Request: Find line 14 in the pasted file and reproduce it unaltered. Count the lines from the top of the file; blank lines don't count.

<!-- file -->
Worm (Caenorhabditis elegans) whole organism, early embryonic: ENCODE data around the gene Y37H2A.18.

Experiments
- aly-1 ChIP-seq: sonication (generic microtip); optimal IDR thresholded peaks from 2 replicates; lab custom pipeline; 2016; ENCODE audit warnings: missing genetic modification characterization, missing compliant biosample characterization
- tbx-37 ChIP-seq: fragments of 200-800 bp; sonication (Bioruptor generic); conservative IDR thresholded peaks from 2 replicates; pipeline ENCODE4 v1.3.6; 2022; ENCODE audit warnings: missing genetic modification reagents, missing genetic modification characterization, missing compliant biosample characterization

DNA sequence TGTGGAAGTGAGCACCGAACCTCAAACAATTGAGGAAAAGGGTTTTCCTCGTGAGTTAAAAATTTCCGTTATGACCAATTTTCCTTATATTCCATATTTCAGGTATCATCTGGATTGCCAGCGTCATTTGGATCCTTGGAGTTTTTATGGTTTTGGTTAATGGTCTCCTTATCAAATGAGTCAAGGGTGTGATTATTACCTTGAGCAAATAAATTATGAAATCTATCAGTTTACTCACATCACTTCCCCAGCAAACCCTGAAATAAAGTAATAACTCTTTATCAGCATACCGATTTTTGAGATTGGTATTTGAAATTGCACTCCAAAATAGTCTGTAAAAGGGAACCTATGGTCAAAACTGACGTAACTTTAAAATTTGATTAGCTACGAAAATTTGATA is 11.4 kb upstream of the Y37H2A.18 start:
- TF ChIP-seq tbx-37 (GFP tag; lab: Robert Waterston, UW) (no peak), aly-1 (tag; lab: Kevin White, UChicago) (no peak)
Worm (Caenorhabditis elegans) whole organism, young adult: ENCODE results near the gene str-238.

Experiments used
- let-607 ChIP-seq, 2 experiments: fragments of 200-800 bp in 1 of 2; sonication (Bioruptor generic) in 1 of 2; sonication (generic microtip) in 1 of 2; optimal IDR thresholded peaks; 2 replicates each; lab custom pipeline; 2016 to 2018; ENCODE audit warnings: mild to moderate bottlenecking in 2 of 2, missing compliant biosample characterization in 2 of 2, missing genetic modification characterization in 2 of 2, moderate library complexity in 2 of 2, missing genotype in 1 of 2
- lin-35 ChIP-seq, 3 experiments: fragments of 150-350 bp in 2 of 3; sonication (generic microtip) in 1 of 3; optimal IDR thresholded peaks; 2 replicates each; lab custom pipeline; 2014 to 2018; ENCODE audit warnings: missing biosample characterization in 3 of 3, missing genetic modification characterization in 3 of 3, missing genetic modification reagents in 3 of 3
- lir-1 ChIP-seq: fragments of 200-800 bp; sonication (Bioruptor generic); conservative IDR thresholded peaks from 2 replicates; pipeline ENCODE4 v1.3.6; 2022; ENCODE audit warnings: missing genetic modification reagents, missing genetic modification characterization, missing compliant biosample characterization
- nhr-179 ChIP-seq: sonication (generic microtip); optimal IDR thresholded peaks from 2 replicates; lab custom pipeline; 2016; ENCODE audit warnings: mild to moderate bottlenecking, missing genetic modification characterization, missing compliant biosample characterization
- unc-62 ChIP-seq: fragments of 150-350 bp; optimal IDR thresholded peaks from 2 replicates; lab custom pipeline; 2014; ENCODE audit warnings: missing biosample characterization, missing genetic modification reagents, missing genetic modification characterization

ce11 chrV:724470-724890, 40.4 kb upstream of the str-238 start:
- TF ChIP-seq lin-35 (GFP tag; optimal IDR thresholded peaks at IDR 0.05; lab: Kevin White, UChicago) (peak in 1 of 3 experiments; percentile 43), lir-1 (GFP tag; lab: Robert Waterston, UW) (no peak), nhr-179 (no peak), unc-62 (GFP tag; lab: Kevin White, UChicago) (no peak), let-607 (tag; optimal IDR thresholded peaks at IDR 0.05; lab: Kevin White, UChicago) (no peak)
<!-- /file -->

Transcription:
ce11 chrV:724470-724890, 40.4 kb upstream of the str-238 start: